• As in Exodus 3, Daniel 3 left room for interpretation about what exactly happened in the fiery furnace. Verse 25 said the pagan king saw four figures in the flames, “and the fourth one looks like one of the gods.” Then in verse 28 he said the Hebrews’ God had sent “his messenger” to protect the faithful men. The story’s point was not to sort out heavenly ranks or characters, but to say God stays with those who are faithful. When have you had to depend on God’s presence?
  • Look at the three charges against the three Hebrews in verse 12. How were the charges aimed at flattering the king’s ego and triggering his fury at the men who had previously held his confidence? How did the king make his edict a challenge between his power and the God the Hebrews served in verse 15? We know the history: Persia defeated Babylon around the year 530 B.C. Why did the king’s coercive decree in verse 29 not last and make Babylon a God-fearing empire?

God, your servants in this story were exiles, far from home and facing an absolute tyrant. Yet they trusted you above the human power that made them prisoners. Grow their faithfulness in me under much easier conditions. Amen.

GPS Insights

Mikiala Tennie

Mikiala Tennie

Mikiala Tennie serves as the Student Discipleship Program Director with Resurrection Students. She has nearly 20 years of volunteer and professional ministry experience and loves walking alongside and encouraging others in their spiritual journey. Mikiala is blessed to be an adoptive aunt and godmother to many kiddos and lives with her 10-pound Yorkie, KiKi Okoye Tennie.

It’s no secret that the holidays can be extremely difficult for some. While some are basking in all the hope, joy, and peace the season celebrates, for others, the celebration magnifies any grief, sadness, or loneliness one might be experiencing. I once heard someone say that with grief, every good day will always be a little bit sad. So even those who enjoy the season might also experience heightened negative feelings. This time of year excavates and exacerbates wounds we might otherwise forget.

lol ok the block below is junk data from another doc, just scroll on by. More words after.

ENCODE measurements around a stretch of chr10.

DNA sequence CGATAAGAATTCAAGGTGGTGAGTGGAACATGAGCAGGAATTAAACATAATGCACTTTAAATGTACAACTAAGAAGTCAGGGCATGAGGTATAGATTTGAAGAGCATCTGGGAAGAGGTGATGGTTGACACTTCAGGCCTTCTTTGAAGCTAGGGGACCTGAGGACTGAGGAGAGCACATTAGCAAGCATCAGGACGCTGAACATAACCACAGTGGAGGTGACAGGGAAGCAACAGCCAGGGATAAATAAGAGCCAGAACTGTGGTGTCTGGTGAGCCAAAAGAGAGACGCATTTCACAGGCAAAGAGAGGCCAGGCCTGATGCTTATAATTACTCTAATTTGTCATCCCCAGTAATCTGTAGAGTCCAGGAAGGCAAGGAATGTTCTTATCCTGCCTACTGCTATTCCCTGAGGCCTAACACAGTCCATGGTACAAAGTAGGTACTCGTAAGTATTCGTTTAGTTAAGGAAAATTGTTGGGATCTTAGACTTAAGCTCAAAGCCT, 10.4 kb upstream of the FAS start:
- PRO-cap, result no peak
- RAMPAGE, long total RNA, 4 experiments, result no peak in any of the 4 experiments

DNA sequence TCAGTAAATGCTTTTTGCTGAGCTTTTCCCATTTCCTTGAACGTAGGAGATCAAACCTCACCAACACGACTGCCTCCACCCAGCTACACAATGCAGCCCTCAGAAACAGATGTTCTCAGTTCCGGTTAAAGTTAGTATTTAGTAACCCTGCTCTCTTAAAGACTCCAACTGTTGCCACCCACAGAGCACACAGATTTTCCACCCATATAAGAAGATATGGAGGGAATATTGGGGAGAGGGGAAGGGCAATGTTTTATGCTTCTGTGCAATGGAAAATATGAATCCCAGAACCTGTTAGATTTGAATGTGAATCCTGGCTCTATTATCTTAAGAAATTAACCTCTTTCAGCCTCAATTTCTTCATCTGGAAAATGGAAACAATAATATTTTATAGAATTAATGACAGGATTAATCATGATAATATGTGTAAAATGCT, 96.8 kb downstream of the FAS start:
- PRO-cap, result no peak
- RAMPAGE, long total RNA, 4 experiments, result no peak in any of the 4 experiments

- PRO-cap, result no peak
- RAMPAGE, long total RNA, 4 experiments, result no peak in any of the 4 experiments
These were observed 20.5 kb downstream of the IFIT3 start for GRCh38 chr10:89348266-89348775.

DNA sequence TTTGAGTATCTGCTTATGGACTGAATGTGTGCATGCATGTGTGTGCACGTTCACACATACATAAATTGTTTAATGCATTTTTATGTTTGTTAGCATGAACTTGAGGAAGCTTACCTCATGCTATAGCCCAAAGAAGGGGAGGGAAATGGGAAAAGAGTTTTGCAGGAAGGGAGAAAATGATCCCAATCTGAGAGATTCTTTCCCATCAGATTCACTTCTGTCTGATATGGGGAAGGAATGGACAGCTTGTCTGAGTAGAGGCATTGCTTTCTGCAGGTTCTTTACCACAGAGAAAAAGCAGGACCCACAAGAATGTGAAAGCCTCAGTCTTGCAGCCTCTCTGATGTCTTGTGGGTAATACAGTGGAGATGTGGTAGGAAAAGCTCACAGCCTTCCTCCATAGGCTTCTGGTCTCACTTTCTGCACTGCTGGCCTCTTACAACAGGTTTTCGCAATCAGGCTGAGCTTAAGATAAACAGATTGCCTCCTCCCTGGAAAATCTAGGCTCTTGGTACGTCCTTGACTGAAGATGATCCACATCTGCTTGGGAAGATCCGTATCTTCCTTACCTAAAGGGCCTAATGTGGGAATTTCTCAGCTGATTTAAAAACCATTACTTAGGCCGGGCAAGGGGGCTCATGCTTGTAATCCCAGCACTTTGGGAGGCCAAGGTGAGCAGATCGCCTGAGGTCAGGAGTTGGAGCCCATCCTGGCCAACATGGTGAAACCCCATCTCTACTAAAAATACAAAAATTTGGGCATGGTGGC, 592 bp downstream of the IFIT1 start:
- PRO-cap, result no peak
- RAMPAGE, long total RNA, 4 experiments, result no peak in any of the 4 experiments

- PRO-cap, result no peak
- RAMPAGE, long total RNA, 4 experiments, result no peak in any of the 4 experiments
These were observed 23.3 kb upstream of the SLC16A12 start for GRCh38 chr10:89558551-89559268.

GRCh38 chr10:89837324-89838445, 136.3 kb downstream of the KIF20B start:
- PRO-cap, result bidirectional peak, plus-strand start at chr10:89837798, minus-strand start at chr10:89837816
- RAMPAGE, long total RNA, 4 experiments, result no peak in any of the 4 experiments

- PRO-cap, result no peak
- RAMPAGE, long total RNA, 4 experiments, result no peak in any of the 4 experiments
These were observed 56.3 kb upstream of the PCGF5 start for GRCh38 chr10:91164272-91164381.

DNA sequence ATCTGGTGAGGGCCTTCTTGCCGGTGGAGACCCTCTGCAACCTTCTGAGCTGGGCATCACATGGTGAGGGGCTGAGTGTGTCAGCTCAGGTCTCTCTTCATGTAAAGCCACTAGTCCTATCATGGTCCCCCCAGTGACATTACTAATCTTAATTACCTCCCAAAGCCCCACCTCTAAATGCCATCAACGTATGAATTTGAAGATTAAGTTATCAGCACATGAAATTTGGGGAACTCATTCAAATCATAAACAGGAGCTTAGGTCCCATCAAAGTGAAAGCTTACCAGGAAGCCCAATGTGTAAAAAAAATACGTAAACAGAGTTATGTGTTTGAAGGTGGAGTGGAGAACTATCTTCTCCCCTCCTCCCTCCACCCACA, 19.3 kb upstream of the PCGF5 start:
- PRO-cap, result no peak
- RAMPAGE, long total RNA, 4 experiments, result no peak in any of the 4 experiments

My aunt passed away this week, and moments like this are a poignant reminder about the harsh realities of life. God, in His infinite power, could have saved her from the disease that plagued her… God could have saved my mom from sudden death back in 2016… but in both cases, He did not.

I am reminded of the verses in Daniel where three young men living in exile stood up to a king who wanted to redirect their worship from God to a statue he had built. This king threatened their lives if they didn’t obey. He then taunted them and their religious beliefs and in his own hubris questioned, “What God will rescue you from my power?”

These young men had an incredible understanding of who God is, one I often struggle to emulate. In response to this king, they explained that if God rescued them, so be it. But then they said, “But if He doesn’t…”

Often when we read this story it can be easy to gloss over these words and skip to the part where God sent a messenger—a representative from heaven—to be with them when they suffered the king’s punishment for disobeying. We love the part where God was with them in the fire! It helps us lean on that when we experience the metaphorical fires in life. And while this message is so encouraging—knowing that in the midst of difficulty, God is always with us—it’s important we don’t forget their words to the king.

“But if He doesn’t.”

Those young men understood that the types of rescues we pray for and desire are not always what God does. And with that deep knowledge and understanding, they still stood face to face with that powerful king and said, even if God does not rescue us, our allegiance will not waiver.

A few years ago, a friend of mine made me a shirt that says, “And if not, He is still good.” It’s a saying pulled from these same verses, and I wear it as a reminder to myself and hopefully to others. I wear it on particularly tough days when I’m worried about the outcome of a situation.

Like me, I’m sure you have encountered multiple “but if He doesn’t” moments. Those moments where the answer to our prayers is, “No.”

What’s encouraging about this story though, is that the fourth figure in the fire shows us that God is with us in our struggles when the answer is yes and we are rescued. But it also means that God is with us in the “no’s.” In the darkness. In the grief.

I pray that in those worrisome moments when the “if” in “But if He doesn’t” turns to “when,” there would be a palpable way for you to feel God’s presence. I pray that God will send a heavenly messenger—even in those moments—to remind you that God is near, and that God is still good.

He’s Good Quote – 1
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Scripture quotations are taken from The Common English Bible ©2011. Used by permission. All rights reserved.